One of the joys of traveling is getting the new best phone before all of your work mates.
So I’ve been looking for a Blackberry 8800 or Curve. They are around but the stores I’ve been too have not had stock. Talking to the local phone expert he says that RIM is now locking all phones for carriers. So I have to wait until Vodafone NZ brings in the 8800. Groan. That does not appeal to my need for instant gratification.
But a quick google locates http://www.unlock8800.com, where you can pay to get phones unlocked.
Does anyone know how far the 8800 and Curve are from availability in NZ? Should I go through the unlocking saga? What does it all mean?Zuned
Played with a Zune today. It’s Microsoft’s iPod Competitor.
Just a quick look, but loved the big screen. Interface, Design and buttons were very clean. Dunno if it was better or worse than an iPod but it seemed pretty nice.3G A-List Awards
I’m a judge in the Telecom sponsored 3G A-List Awards: Honouring Mobility at Work
Entries close on 26 February 2007. So plenty of time to get those entries in.
Here’s the Press Release …
Vodem. Emperor. Clothes
A-List Award Showcases Kiwi Innovators
Press Release by Telecom New Zealand at 1:23 pm, 28 Nov 2006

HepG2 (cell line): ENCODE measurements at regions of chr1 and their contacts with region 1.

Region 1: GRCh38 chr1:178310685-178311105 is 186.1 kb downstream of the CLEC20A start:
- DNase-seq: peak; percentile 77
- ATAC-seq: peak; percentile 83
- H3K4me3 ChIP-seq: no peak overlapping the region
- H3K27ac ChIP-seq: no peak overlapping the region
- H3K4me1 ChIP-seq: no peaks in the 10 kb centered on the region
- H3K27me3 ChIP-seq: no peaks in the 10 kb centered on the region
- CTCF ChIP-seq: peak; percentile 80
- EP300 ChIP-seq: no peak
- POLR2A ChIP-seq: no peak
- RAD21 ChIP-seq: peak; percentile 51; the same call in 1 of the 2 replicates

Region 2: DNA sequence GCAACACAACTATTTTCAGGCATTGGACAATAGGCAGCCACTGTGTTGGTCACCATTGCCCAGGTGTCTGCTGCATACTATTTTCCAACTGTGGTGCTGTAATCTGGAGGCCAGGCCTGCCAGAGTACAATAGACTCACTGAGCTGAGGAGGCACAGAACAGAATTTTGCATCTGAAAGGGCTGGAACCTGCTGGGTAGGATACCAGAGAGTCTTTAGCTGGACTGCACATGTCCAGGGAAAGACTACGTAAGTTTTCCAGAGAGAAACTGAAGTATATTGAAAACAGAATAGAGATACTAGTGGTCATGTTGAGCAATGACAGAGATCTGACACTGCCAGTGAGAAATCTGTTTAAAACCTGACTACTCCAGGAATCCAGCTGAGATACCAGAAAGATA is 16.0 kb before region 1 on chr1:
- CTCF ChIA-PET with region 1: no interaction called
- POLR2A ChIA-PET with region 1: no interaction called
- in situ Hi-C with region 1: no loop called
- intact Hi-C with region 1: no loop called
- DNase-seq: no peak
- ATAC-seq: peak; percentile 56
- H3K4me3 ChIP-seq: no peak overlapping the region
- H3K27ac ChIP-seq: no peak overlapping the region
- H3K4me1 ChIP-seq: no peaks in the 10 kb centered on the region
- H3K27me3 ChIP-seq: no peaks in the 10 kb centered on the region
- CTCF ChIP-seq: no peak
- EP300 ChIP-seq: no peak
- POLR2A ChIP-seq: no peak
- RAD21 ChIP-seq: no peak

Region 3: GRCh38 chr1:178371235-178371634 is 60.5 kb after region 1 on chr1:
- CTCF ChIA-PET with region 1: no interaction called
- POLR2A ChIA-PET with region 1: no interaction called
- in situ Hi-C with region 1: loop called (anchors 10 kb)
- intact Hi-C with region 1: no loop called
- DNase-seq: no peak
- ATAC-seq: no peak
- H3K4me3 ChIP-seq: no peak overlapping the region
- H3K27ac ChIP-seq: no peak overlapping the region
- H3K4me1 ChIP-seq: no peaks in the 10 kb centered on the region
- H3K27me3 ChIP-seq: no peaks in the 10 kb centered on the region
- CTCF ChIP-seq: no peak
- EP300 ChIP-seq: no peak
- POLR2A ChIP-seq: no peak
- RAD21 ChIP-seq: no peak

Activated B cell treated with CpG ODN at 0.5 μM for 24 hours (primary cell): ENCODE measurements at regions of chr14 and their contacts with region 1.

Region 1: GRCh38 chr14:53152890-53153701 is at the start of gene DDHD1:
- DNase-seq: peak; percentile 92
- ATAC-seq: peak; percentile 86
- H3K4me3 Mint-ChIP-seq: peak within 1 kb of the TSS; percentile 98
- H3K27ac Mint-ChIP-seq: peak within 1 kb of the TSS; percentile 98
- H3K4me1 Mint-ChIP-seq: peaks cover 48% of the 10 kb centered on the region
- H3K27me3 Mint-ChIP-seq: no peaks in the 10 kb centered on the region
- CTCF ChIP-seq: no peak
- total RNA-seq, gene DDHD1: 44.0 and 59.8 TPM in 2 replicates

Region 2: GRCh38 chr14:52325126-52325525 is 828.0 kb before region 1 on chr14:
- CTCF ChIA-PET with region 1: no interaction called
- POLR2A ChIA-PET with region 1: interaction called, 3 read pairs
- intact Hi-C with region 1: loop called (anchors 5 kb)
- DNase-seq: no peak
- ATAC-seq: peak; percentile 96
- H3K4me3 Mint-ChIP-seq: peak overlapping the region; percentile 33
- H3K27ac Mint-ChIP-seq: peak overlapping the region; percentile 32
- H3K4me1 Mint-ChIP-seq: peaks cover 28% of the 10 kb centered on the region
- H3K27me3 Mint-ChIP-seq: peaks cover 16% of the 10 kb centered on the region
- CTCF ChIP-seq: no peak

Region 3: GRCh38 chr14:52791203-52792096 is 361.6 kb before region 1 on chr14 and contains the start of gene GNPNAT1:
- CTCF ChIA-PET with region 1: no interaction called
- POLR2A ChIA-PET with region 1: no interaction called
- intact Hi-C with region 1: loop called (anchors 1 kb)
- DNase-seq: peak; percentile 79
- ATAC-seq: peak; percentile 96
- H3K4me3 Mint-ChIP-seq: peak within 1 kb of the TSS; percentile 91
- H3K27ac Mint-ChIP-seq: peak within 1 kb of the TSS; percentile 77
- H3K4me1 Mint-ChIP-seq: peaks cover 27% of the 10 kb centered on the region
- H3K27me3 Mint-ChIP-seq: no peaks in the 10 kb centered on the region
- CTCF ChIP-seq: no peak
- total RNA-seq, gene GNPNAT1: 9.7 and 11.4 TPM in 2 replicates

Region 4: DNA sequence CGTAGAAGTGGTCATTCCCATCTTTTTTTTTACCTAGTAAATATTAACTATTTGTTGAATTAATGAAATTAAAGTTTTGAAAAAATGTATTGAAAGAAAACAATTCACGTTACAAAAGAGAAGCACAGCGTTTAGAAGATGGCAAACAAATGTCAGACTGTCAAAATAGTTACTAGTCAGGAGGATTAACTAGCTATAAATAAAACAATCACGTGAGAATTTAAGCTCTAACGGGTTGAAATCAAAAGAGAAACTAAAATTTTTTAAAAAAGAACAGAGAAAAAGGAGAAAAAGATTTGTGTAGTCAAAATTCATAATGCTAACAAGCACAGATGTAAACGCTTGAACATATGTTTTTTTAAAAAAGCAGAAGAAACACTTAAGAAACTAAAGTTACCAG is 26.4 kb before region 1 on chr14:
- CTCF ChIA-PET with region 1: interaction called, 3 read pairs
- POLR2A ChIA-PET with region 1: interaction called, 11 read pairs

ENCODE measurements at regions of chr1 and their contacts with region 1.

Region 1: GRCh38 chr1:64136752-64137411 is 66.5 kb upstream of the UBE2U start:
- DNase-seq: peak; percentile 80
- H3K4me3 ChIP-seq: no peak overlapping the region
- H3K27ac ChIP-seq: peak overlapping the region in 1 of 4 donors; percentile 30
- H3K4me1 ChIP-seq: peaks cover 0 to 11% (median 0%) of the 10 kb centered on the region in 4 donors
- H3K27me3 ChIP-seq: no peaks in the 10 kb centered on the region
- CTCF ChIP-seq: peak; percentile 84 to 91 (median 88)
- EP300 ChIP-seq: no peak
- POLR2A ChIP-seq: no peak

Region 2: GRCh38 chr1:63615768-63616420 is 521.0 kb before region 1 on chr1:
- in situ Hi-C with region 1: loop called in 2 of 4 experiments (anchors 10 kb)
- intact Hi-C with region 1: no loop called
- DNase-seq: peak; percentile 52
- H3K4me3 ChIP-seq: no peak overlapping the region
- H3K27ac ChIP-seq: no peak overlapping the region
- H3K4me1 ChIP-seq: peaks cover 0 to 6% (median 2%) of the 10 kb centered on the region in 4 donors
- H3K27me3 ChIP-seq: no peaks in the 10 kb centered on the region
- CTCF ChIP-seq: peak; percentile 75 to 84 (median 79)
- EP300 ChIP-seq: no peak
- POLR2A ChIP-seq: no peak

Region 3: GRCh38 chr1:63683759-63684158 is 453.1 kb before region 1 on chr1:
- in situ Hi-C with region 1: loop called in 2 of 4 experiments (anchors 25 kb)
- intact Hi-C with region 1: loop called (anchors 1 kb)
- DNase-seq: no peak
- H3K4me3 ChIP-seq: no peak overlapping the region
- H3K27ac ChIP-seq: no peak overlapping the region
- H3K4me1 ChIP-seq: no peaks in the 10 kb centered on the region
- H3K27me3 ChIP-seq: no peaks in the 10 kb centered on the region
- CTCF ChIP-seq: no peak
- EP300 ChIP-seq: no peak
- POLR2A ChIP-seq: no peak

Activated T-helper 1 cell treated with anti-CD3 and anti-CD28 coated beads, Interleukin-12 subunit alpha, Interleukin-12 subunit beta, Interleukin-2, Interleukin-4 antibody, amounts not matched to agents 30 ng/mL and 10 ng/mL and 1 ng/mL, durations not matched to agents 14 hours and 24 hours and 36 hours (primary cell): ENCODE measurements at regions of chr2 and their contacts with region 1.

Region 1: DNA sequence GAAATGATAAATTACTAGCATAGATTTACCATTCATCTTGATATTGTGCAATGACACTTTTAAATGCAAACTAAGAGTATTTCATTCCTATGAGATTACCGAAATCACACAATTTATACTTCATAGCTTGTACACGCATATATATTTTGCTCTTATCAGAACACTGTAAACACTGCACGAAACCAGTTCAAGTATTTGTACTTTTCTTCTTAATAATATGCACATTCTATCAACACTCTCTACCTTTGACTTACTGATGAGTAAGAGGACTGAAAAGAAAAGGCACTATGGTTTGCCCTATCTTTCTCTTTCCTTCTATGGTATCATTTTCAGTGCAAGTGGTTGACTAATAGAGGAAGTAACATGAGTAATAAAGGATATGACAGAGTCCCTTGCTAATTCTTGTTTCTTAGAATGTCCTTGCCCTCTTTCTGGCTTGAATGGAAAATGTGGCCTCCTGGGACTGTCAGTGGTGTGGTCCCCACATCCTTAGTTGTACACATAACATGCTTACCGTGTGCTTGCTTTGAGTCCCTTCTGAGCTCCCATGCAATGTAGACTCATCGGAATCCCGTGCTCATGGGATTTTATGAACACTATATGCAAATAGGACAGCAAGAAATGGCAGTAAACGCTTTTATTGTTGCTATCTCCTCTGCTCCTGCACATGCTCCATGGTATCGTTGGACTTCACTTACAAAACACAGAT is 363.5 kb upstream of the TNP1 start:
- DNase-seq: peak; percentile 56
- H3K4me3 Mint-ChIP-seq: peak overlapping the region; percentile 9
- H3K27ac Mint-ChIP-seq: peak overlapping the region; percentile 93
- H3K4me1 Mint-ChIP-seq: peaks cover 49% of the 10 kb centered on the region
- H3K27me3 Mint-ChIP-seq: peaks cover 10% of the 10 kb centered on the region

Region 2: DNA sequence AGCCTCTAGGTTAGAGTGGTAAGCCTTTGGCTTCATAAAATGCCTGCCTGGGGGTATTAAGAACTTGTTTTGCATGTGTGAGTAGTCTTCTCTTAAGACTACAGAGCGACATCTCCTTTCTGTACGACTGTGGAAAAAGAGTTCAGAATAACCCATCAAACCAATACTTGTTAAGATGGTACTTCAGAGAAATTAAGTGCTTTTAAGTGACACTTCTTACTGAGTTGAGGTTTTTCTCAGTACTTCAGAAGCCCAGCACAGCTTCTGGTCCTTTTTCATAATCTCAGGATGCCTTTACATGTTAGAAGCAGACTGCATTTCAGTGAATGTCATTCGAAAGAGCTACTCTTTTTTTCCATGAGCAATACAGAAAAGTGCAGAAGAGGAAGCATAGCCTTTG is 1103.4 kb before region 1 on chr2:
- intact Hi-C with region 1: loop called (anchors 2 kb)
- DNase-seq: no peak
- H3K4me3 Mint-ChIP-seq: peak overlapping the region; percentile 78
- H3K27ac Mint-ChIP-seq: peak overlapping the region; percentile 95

New Zealand application developers will have the chance to showcase their work on the world stage with the launch of the 3G A-List awards.
The 3G A-List awards have been established to recognise the best examples of New Zealand organisations using CDMA 3G wireless technology to improve efficiency and deliver real business benefit. The winning solution will be entered into the U.S. 3G A-List awards where it will compete against the world’s best mobility solutions.
First placegetter will also be featured on the Lucent stand at a major international wireless conference in the U.S. where the U.S. A-List awards will be announced. The stand will feature video and print case studies to help promote the winning solution to attendees at the event.
The New Zealand 3G A-List awards are being sponsored by Telecom New Zealand, Lucent Technologies and Qualcomm. Paul Treacy, Telecom’s Partner Ecosystem Manager says the awards are an opportunity for New Zealand developers to tap into potential global markets.
“The growth of CDMA 3G technology, particularly in the U.S., means there are fantastic opportunities for kiwi solution providers. New Zealand has a pool of some of the most talented application developers anywhere in the world and the idea behind the A-List awards is to help bring their talent to those global markets.”
Lucent New Zealand General Manager, Jonathan van Smit, said the awards were an investment in the New Zealand software development industry. “It’s a further opportunity for us to assist in building links between New Zealand researchers and developers and the rest of the world. We’re looking forward to helping put some wonderful examples of kiwi innovation on the world stage.”